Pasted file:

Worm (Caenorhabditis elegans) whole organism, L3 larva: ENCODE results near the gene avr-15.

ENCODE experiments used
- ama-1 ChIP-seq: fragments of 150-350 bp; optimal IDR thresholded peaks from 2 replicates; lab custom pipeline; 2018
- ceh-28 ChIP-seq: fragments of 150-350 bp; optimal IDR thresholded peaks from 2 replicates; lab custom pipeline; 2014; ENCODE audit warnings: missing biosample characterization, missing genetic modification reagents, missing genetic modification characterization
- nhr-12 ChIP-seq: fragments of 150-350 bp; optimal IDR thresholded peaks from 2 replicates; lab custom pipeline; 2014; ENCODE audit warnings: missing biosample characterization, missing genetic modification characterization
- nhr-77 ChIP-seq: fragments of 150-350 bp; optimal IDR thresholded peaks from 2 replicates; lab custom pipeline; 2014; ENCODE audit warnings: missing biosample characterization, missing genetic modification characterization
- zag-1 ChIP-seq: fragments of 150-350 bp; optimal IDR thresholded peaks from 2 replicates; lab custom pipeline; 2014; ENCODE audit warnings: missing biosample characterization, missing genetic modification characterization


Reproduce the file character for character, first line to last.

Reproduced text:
Worm (Caenorhabditis elegans) whole organism, L3 larva: ENCODE results near the gene avr-15.

ENCODE experiments used
- ama-1 ChIP-seq: fragments of 150-350 bp; optimal IDR thresholded peaks from 2 replicates; lab custom pipeline; 2018
- ceh-28 ChIP-seq: fragments of 150-350 bp; optimal IDR thresholded peaks from 2 replicates; lab custom pipeline; 2014; ENCODE audit warnings: missing biosample characterization, missing genetic modification reagents, missing genetic modification characterization
- nhr-12 ChIP-seq: fragments of 150-350 bp; optimal IDR thresholded peaks from 2 replicates; lab custom pipeline; 2014; ENCODE audit warnings: missing biosample characterization, missing genetic modification characterization
- nhr-77 ChIP-seq: fragments of 150-350 bp; optimal IDR thresholded peaks from 2 replicates; lab custom pipeline; 2014; ENCODE audit warnings: missing biosample characterization, missing genetic modification characterization
- zag-1 ChIP-seq: fragments of 150-350 bp; optimal IDR thresholded peaks from 2 replicates; lab custom pipeline; 2014; ENCODE audit warnings: missing biosample characterization, missing genetic modification characterization